Manage Added Data Sources
You can view, edit, remove and add data sources by selecting ‘Manage added data sources’ under ‘Resource’. See also data source.
Selecting ‘Manage segments’ under ‘Resource’ allows you to view segments that have been added to charts from Google Analytics. By default, segments will be synchronized with Google Analytics, which means any changes to the segment in Google Analytics will be reflected in the report. Disabling this option will mean the segment stays the same, even if it is updated in Google Analytics. You can also edit segments and remove segments. See also segment.
You can view, edit, remove and add filters by selecting ‘Manage filters’ under ‘Resource’. See also filter.
Manage Dimension Value Colors
You can view, edit and add dimension value colors by selecting ‘Manage dimension value colors’ under ‘Resource’. See also dimension value colors.
Charts that use data from Google Analytics can have segments from Google Analytics applied to them. This allows you to control the data that is included (or excluded) for a chart. Segments provide greater flexibility compared to filters. See also filters and segment in the Ultimate Google Analytics Glossary.
A scatter chart allows you to compare multiple metrics in a single chart.
A scorecard allows you to add a single metric to a report. Scorecards can also include a date range comparison to highlight whether the value of the metric has increased or decreased.
You can share a report with others using the flexible sharing options. Sharing options include:
- Public on the web: people can find and view your report without having to log in
- Anyone with the link: anybody with the link can view the report without having to log in
- Anyone at your company: if you use G Suite, then users can log in and view the report
- Anyone at your company with the link: they need a G Suite login and the link to the report
- Shared with specific people: you need to add people’s Google Account for them to view the report
You can choose if people can edit or simply view the report. See also data source access.
You can control how data is sorted in a chart by setting the sorting metric and choosing either ‘Descending’ or ‘Ascending’.
You can add a secondary sort to tables and other charts in Google Data Studio. This allows you to keep the primary sort while applying the secondary sort. For example, if you have the primary sort set to ‘bounce rate’ and the secondary sort set to ‘page views’, you can then focus on pages that have the highest bounce rate and the highest number of page views.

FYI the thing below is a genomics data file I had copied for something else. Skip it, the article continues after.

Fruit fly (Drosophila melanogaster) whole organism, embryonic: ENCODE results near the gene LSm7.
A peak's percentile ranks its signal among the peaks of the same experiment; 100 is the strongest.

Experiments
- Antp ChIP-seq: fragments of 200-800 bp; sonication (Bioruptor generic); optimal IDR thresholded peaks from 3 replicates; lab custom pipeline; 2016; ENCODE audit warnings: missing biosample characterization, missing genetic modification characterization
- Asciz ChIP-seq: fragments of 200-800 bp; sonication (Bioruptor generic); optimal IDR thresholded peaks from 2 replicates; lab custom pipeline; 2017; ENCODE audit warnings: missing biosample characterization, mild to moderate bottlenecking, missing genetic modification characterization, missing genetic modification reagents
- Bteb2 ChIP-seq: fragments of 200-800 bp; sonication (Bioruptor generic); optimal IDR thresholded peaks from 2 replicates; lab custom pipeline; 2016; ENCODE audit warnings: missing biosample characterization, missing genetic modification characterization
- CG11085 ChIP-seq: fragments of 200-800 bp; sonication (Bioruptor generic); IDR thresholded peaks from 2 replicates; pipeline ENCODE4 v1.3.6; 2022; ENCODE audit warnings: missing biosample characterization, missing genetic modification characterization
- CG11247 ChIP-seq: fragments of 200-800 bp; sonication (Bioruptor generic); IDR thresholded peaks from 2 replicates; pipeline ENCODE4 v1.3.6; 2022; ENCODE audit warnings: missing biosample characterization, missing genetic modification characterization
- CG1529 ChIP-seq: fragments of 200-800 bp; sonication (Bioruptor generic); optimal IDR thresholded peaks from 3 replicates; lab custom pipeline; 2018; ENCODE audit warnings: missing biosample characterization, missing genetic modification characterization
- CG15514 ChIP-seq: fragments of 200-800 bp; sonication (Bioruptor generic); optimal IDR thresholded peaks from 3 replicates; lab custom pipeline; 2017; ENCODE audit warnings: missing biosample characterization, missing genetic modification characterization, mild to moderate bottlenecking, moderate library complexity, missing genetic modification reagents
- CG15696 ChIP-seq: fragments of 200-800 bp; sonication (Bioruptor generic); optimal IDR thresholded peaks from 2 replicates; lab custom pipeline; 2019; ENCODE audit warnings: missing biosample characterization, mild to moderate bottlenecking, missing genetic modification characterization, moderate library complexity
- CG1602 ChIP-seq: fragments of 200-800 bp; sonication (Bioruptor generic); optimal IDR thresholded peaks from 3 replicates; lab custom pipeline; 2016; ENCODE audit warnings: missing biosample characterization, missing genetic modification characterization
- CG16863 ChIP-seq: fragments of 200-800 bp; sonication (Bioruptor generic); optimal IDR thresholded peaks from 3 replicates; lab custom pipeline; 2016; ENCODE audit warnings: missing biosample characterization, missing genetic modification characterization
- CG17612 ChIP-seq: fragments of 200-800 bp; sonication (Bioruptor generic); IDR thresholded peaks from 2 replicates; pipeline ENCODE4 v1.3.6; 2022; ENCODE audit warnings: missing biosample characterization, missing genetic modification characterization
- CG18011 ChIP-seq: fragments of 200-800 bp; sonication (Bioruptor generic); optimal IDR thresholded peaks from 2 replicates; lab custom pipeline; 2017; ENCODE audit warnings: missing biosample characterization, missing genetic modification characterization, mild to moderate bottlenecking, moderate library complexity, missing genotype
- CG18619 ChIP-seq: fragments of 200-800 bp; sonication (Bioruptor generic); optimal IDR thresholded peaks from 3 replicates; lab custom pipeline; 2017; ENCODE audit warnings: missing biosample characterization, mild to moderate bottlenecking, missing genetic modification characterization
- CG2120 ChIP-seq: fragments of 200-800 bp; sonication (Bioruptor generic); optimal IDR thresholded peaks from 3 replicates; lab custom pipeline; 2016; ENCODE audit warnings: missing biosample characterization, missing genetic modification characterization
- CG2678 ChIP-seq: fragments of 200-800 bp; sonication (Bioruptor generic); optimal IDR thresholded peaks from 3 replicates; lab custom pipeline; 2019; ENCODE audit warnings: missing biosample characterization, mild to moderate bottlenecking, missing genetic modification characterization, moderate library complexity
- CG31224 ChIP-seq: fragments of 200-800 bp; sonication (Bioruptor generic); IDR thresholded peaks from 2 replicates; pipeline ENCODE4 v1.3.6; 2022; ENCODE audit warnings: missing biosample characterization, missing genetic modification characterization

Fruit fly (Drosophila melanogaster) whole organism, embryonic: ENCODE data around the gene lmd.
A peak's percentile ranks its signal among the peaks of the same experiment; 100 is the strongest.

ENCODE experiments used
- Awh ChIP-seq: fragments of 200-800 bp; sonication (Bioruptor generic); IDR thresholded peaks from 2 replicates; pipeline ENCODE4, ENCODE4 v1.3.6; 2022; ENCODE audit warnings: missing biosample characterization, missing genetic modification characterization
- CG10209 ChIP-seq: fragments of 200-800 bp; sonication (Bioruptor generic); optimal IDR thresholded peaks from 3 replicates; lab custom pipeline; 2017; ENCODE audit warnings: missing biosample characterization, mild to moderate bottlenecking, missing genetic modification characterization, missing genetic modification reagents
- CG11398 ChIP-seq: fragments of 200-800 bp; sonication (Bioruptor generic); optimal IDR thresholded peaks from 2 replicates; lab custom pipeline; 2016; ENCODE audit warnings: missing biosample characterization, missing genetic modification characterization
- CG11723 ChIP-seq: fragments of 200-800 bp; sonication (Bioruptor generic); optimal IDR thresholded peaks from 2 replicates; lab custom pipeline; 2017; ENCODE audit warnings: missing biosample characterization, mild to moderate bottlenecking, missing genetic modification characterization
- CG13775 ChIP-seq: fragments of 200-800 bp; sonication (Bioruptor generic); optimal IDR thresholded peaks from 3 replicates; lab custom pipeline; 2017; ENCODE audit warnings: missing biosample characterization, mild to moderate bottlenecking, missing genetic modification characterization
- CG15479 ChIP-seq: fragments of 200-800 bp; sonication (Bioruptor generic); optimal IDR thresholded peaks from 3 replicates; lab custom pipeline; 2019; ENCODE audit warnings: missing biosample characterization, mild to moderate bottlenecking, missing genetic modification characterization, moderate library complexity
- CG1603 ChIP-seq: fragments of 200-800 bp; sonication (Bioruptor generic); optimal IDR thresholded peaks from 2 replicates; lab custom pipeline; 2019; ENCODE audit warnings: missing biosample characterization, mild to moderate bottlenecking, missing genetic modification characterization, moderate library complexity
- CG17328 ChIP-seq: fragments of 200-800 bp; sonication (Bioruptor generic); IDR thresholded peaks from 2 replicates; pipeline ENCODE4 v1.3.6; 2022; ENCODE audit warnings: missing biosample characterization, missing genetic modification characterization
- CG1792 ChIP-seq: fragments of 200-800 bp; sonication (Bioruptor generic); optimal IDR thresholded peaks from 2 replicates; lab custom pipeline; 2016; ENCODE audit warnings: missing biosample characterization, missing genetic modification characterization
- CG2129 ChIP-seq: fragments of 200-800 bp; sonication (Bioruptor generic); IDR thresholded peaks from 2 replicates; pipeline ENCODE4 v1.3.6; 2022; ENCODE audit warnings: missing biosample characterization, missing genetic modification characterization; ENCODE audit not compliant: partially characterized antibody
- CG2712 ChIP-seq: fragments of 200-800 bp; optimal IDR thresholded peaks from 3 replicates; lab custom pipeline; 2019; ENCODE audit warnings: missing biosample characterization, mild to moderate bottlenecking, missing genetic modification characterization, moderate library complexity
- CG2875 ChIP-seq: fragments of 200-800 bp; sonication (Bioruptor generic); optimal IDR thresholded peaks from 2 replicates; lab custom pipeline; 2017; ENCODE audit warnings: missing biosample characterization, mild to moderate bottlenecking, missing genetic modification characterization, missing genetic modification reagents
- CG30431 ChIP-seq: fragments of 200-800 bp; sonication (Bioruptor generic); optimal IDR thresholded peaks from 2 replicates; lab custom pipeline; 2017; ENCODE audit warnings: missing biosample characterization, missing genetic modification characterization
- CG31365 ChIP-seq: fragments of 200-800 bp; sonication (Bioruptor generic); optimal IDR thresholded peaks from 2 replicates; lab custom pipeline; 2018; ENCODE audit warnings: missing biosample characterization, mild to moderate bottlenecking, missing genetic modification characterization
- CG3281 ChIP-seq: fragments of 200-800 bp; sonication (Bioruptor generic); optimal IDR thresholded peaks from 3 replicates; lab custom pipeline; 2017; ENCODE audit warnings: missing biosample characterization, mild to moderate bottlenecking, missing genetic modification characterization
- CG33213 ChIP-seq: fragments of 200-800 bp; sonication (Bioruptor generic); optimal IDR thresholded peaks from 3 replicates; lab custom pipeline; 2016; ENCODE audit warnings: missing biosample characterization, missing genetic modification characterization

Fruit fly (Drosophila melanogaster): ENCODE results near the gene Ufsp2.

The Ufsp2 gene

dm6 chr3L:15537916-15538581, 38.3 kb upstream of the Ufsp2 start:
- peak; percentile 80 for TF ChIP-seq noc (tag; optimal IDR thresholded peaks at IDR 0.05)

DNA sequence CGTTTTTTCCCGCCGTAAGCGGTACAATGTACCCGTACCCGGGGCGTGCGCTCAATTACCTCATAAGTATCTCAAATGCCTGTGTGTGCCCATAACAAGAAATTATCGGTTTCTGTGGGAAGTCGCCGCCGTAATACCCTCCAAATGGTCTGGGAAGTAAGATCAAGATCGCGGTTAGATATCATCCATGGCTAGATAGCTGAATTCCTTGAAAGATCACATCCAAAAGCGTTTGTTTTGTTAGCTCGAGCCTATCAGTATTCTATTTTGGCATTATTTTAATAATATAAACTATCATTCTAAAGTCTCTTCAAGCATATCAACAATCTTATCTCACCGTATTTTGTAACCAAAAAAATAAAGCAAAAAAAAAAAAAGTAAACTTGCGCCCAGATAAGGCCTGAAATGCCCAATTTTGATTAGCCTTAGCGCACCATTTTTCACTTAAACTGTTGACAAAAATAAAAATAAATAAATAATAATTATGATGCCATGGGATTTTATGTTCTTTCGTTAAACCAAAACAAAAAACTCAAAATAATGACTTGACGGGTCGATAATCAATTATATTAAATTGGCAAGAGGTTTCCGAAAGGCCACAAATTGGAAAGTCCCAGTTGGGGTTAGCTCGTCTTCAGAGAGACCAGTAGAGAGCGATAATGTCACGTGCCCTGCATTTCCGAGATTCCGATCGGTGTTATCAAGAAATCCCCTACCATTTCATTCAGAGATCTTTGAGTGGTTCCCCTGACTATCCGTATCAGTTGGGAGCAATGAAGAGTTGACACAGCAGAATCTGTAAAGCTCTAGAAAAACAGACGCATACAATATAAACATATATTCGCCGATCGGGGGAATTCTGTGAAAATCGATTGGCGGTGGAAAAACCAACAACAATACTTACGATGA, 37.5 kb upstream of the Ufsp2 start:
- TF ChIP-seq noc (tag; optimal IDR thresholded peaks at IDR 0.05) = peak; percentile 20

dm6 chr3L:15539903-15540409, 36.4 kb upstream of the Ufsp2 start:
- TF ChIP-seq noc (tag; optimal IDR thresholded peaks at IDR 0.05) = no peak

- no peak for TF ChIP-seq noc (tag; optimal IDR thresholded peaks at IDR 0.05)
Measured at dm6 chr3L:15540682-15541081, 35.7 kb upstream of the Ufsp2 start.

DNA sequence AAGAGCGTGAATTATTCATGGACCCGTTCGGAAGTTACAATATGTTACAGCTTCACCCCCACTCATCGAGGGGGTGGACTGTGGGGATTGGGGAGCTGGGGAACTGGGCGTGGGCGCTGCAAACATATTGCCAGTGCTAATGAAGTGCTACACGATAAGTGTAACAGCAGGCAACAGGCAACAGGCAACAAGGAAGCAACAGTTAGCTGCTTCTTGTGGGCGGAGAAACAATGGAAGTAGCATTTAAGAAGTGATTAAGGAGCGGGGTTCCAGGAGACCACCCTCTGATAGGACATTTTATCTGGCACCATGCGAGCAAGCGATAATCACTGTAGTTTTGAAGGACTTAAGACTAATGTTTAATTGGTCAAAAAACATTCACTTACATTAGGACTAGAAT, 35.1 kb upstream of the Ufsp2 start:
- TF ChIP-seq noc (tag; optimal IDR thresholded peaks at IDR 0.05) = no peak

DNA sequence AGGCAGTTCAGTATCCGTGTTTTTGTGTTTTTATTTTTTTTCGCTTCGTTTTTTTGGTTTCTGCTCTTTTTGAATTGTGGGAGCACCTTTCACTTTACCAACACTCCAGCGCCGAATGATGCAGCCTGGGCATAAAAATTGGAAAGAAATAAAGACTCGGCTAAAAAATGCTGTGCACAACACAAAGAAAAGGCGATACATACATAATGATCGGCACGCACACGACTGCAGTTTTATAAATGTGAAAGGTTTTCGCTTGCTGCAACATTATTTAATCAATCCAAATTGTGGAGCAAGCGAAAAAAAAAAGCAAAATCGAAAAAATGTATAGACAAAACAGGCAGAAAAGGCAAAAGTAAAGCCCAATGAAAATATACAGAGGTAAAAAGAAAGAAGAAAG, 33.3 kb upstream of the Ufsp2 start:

You can style charts and reports using a range of options, including colors, fonts, backgrounds and borders. Selecting a chart (or charts) allows you to select the ‘Style’ tab in the properties panel on the right of the window. See also theme.
You can add a table to your report to include multiple metrics for a dimension (or dimensions). Tables are useful when you need to provide more granular data in a report.
You can add additional text to reports for headings, subheadings and other descriptions using the text option.
Instead of styling individual charts you can modify colors, fonts and other elements with the report theme. To view the theme select the report canvas (and deselect any charts), then select ‘Theme’ on the layout and theme panel on the right of the window. See also style.
A time series allows you to view trends in data for the date range.
When editing a report there is a visible grid that makes aligning charts and other elements easier. You can hide the grid when editing a report by selecting ‘View’ and then ‘Toggle grid’.
You can add a trendline to a time series chart to show the overall trend of the data. To add a trendline, select the chart, select the ‘Style’ tab in the properties panel on the right and then select the type of trendline you would like to add. You can add the following types of trendlines:
The linear trendline adds a straight line that follows the data in the chart.
The exponential trendline is used to show the trend in data that is accelerating or decelerating (in other words rising or falling at a rapid rate).
The polynomial trendline is a curved line that is useful for data that changes over time.
Clicking on the report canvas (and deselecting any charts) shows you the layout and theme settings. Under the ‘Layout’ tab are the ‘View mode’ options. You can use these to adjust how the report is displayed when it’s being viewed.
You can choose to hide the report header, change where the page navigation is positioned and resize the report to the screen size.
When using the geographic map chart you can choose the zoom area. This allows you to control how much of the world map is included in the chart. You can choose continent and subcontinent regions using the zoom area.